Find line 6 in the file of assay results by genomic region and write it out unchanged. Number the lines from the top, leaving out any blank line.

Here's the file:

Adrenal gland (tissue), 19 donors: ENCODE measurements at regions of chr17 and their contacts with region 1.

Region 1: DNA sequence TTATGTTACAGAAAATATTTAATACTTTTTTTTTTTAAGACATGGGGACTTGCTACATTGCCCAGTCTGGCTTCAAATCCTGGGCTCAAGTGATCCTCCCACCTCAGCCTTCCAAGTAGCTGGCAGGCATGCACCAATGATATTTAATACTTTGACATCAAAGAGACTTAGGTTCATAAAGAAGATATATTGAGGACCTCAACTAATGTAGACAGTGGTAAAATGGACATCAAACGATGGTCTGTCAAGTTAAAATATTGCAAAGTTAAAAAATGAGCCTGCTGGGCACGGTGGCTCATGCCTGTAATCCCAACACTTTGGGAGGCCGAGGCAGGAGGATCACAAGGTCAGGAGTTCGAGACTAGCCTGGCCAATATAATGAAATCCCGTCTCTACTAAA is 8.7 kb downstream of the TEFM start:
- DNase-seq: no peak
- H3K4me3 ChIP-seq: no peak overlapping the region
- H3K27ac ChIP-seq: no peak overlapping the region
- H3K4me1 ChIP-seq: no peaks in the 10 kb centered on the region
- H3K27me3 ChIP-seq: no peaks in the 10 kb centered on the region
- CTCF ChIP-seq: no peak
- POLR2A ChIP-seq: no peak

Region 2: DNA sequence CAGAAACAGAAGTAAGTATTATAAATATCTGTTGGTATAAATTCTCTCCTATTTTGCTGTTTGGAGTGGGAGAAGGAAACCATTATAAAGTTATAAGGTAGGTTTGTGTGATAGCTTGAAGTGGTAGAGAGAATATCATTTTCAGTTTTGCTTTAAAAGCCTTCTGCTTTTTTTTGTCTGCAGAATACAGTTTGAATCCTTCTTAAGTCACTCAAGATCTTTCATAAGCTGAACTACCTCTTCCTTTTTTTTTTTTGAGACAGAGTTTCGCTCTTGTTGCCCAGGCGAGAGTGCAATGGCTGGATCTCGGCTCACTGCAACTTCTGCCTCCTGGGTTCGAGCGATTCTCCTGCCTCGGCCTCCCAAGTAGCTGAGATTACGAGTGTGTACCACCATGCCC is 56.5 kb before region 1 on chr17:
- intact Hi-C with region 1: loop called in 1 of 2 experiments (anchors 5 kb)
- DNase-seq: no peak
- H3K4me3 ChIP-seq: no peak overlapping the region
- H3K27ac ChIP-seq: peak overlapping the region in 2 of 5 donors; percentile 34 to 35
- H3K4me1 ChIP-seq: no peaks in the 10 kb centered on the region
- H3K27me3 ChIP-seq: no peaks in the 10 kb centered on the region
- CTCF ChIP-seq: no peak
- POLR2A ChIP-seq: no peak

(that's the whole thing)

- H3K4me1 ChIP-seq: no peaks in the 10 kb centered on the region